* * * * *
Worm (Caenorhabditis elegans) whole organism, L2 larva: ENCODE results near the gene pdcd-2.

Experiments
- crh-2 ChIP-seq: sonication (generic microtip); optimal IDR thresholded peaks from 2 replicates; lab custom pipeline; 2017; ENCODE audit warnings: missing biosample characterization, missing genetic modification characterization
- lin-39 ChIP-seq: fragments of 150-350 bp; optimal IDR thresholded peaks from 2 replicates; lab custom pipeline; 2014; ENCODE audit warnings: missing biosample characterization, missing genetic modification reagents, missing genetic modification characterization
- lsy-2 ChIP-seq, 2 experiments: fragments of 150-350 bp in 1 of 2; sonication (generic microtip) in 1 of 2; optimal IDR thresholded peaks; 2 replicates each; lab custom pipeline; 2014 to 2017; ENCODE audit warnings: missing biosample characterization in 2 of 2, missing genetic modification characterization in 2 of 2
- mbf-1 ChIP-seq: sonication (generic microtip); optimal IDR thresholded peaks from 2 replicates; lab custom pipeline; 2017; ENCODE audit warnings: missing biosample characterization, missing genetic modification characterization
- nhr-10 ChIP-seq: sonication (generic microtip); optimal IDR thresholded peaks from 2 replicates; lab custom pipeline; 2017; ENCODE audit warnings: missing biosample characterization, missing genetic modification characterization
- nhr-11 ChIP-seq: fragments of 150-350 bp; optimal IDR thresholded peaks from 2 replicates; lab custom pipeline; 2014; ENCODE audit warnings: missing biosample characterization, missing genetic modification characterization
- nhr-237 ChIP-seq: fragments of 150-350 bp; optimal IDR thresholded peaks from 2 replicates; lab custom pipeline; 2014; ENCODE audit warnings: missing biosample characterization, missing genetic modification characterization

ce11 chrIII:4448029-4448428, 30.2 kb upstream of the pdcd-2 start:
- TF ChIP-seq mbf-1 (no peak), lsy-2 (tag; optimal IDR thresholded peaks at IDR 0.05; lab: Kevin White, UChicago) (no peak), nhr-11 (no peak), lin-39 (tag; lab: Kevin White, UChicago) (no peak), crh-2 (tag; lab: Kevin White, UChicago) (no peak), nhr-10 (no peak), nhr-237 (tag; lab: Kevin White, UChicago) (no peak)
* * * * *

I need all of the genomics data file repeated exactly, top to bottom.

Worm (Caenorhabditis elegans) whole organism, L2 larva: ENCODE results near the gene pdcd-2.

Experiments
- crh-2 ChIP-seq: sonication (generic microtip); optimal IDR thresholded peaks from 2 replicates; lab custom pipeline; 2017; ENCODE audit warnings: missing biosample characterization, missing genetic modification characterization
- lin-39 ChIP-seq: fragments of 150-350 bp; optimal IDR thresholded peaks from 2 replicates; lab custom pipeline; 2014; ENCODE audit warnings: missing biosample characterization, missing genetic modification reagents, missing genetic modification characterization
- lsy-2 ChIP-seq, 2 experiments: fragments of 150-350 bp in 1 of 2; sonication (generic microtip) in 1 of 2; optimal IDR thresholded peaks; 2 replicates each; lab custom pipeline; 2014 to 2017; ENCODE audit warnings: missing biosample characterization in 2 of 2, missing genetic modification characterization in 2 of 2
- mbf-1 ChIP-seq: sonication (generic microtip); optimal IDR thresholded peaks from 2 replicates; lab custom pipeline; 2017; ENCODE audit warnings: missing biosample characterization, missing genetic modification characterization
- nhr-10 ChIP-seq: sonication (generic microtip); optimal IDR thresholded peaks from 2 replicates; lab custom pipeline; 2017; ENCODE audit warnings: missing biosample characterization, missing genetic modification characterization
- nhr-11 ChIP-seq: fragments of 150-350 bp; optimal IDR thresholded peaks from 2 replicates; lab custom pipeline; 2014; ENCODE audit warnings: missing biosample characterization, missing genetic modification characterization
- nhr-237 ChIP-seq: fragments of 150-350 bp; optimal IDR thresholded peaks from 2 replicates; lab custom pipeline; 2014; ENCODE audit warnings: missing biosample characterization, missing genetic modification characterization

ce11 chrIII:4448029-4448428, 30.2 kb upstream of the pdcd-2 start:
- TF ChIP-seq mbf-1 (no peak), lsy-2 (tag; optimal IDR thresholded peaks at IDR 0.05; lab: Kevin White, UChicago) (no peak), nhr-11 (no peak), lin-39 (tag; lab: Kevin White, UChicago) (no peak), crh-2 (tag; lab: Kevin White, UChicago) (no peak), nhr-10 (no peak), nhr-237 (tag; lab: Kevin White, UChicago) (no peak)